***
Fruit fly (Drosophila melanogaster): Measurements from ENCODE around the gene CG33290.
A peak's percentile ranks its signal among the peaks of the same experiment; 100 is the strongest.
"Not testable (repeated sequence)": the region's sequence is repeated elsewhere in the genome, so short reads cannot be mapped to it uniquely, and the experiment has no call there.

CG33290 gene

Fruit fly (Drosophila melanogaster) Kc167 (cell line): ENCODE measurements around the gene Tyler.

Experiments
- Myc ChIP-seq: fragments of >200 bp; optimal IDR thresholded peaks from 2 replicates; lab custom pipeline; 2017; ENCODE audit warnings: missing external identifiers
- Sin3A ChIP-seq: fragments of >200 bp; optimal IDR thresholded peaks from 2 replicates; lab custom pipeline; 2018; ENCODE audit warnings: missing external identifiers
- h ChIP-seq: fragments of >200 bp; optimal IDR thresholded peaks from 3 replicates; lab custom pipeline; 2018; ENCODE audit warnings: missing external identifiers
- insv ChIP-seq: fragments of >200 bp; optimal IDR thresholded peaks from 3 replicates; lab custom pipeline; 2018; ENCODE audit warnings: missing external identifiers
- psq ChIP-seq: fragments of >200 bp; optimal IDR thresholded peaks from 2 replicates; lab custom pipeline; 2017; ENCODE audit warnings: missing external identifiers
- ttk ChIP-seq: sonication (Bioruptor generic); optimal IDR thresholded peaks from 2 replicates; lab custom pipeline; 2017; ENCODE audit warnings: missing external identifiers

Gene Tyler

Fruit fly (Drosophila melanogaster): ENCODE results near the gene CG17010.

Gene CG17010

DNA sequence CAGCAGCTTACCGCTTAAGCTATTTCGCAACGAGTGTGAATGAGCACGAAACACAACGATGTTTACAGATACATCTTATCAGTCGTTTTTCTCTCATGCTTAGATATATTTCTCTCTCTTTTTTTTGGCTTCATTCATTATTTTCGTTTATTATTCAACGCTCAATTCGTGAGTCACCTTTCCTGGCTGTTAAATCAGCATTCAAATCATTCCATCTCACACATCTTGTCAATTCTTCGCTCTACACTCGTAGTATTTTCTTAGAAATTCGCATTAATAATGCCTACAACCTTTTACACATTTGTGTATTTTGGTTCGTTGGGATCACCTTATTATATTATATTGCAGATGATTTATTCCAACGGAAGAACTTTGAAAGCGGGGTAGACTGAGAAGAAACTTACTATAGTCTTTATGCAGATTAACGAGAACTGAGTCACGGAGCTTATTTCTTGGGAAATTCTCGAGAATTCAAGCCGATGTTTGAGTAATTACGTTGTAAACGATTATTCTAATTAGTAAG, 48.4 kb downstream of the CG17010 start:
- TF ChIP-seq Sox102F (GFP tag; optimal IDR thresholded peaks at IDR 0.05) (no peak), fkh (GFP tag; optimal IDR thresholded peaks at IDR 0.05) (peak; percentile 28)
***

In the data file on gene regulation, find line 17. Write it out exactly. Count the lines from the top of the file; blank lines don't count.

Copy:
- TF ChIP-seq Sox102F (GFP tag; optimal IDR thresholded peaks at IDR 0.05) (no peak), fkh (GFP tag; optimal IDR thresholded peaks at IDR 0.05) (peak; percentile 28)